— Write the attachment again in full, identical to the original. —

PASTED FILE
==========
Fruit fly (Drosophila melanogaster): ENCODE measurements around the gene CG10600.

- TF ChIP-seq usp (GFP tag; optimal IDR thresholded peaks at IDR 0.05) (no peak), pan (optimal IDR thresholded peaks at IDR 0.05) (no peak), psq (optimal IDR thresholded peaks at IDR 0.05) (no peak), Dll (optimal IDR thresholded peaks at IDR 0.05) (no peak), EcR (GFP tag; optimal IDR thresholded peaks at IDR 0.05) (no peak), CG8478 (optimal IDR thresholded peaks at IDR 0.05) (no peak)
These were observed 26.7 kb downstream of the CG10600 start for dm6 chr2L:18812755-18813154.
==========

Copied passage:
Fruit fly (Drosophila melanogaster): ENCODE measurements around the gene CG10600.

- TF ChIP-seq usp (GFP tag; optimal IDR thresholded peaks at IDR 0.05) (no peak), pan (optimal IDR thresholded peaks at IDR 0.05) (no peak), psq (optimal IDR thresholded peaks at IDR 0.05) (no peak), Dll (optimal IDR thresholded peaks at IDR 0.05) (no peak), EcR (GFP tag; optimal IDR thresholded peaks at IDR 0.05) (no peak), CG8478 (optimal IDR thresholded peaks at IDR 0.05) (no peak)
These were observed 26.7 kb downstream of the CG10600 start for dm6 chr2L:18812755-18813154.